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Occupational Therapy and Compassion Fatigue: How to Help the Caregiver Get Care

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Occupational Therapy and Compassion Fatigue: How to help the caregiver get care
By Randi Johnson Hanson MSRS, OTR/L

The topic of “Compassion Fatigue” has been a hot topic within the caregiving profession of nursing in the past decade. Joinson (1992) defines compassion fatigue as “a unique and expanded form of burnout in which the environmental stressors of the workplace coupled with the patient’s physical and emotional needs contributes to the caregiver becoming tired, depressed, angry, ineffective, apathetic and detached”. Given the psychosocial demands of occupational therapy as a hands-on caregiving profession, it is my proposal that we look at compassion fatigue within the realm of O.T. and how to help prevent it and how to refresh and renew ourselves in order to best meet our patient’s needs.
As an occupational therapist, part of our practice involves helping our patients determine what their optimal level of function is given any underlying deficits. We may see people with psychological deficits (TBI, DD, and mental illness), physical deficits and age related deficits and it is our job to get them “back to the highest level of independence possible”. As with any caring profession, as OT’s we may take on the burdens and issues of our patients as our own. Under normal circumstances, this can be helpful in planning goals and treatment modalities, but if we start to experience compassion fatigue, we may be actually internalizing the traumas of our patients to the point that we ourselves feel physical, emotional or mental fatigue and exhaustion.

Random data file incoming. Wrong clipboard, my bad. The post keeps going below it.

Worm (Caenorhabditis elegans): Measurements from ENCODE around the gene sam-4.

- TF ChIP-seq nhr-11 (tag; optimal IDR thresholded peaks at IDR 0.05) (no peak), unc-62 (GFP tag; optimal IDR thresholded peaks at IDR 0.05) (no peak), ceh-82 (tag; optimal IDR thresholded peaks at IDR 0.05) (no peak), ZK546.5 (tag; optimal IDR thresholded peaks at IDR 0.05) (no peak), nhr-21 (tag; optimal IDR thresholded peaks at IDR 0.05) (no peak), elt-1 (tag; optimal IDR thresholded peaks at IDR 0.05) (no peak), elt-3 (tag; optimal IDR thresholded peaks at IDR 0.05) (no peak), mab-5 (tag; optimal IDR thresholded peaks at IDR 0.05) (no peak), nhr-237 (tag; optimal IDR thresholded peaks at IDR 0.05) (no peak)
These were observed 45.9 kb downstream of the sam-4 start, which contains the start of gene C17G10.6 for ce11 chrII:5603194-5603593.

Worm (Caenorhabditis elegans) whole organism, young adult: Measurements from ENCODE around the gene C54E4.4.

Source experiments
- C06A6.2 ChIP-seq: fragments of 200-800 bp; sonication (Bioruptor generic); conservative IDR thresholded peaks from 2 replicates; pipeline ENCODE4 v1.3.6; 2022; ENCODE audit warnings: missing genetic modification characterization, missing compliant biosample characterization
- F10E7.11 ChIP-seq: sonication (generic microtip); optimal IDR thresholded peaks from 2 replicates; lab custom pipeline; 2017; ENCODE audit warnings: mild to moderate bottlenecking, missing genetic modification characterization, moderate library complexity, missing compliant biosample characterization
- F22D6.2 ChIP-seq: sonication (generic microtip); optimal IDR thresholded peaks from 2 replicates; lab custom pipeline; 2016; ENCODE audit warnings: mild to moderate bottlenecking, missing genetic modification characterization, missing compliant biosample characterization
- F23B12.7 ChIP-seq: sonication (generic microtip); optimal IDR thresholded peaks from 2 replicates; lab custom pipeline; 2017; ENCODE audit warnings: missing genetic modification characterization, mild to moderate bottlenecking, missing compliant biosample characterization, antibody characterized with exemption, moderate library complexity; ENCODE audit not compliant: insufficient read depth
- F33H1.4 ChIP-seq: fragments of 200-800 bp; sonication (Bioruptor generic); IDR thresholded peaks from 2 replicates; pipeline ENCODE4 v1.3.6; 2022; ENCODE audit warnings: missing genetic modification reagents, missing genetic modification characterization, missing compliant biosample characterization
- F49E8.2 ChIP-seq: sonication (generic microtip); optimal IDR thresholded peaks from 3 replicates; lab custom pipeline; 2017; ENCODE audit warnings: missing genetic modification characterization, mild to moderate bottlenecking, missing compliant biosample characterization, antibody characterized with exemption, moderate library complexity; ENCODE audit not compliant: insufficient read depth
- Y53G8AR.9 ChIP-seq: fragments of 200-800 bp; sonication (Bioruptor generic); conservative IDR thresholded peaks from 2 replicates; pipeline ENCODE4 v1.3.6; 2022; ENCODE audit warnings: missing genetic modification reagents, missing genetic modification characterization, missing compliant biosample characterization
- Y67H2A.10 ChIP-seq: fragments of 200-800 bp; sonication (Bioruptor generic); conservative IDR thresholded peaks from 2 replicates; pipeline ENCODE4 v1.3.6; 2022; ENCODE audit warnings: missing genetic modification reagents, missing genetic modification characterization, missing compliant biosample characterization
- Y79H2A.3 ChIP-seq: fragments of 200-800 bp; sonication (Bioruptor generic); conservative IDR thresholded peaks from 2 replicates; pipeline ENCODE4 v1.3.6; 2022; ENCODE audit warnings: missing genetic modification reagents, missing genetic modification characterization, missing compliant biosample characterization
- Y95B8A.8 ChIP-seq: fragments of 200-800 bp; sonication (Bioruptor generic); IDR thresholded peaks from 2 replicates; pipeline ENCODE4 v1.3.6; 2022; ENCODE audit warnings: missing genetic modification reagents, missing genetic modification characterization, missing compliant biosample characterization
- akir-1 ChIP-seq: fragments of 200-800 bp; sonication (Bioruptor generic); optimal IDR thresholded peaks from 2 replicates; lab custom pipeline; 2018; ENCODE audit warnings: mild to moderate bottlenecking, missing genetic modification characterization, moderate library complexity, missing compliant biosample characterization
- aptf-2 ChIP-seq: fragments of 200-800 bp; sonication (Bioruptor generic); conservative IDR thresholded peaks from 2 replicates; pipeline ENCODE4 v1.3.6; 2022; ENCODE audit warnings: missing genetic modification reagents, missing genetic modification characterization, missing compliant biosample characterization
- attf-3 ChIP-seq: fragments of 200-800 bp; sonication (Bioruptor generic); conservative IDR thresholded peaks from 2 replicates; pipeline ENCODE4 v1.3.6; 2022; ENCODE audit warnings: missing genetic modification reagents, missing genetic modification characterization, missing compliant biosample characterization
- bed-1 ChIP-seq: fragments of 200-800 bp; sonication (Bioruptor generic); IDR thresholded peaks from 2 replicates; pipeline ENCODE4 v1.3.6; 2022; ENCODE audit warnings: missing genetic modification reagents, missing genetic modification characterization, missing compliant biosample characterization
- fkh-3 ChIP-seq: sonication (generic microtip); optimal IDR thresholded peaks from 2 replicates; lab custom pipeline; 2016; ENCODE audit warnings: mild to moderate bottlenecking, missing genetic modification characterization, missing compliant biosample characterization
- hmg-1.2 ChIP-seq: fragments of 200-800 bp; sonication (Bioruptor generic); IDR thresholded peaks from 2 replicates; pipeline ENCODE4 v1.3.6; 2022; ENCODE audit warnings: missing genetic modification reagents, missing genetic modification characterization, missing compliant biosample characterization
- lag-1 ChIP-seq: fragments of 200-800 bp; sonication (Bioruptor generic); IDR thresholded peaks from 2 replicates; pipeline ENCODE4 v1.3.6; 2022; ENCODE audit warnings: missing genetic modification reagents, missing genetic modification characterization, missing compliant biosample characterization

Some of the hallmark symptoms of compassion fatigue are: sadness and grief, nightmares, avoidance (of patients or work), GI complaints, muscle aches, increased frustration with patients and workplace, irritability and decreased job satisfaction. One of the best ways to work out episodes of compassion fatigue is to develop a “self care plan” in order to best balance demands of work and home life while keeping one’s self healthy. Caregivers need to take “me time” in order to develop their own sense of self worth and keep the domains of their life (physical, emotional, spiritual, social and family) in balance.
Caregivers need to remind themselves to take care of their own basic needs first: eating well and eating enough, staying hydrated, achieving a good night’s sleep and engaging in physical activity to keep the body healthy and serve as a tension reliever. Another helpful way to deal with compassion fatigue is to find colleagues that you can idea share with and have active listening sessions. Allow yourself to grieve if needed: as caregivers we form powerful bonds with our patients and grief is an inevitable part of life that we also need to find time for to give ourselves closure. Adding humor to one’s day is also an essential tool to help alleviate stress.
Even though empathy and compassion are central factors to being an OT, it is essential to remember to take “care of the caregiver” and prioritize your own needs to be fulfilled as well as those of your patient caseload.

References
Aycock, N. & Boyle, D. (2008). Interventions to Manage Compassion Fatigue in Oncology Nursing. Clinical Journal of Oncology Nursing, 13(2), 183-191.
Bush, N.J. (2009). Compassion Fatigue: Are You at Risk?. Oncology Nursing Forum, 36(1), 24-28.
Joinson, C. (1992). Coping with compassion fatigue. Nursing, 22(4), 116-121.
Sabo, B. (2012). Reflecting on the Concept of Compassion Fatigue. The Online Journal of Issues in Nursing. Retrieved 7/19/2012 from http://nursingworld.org.

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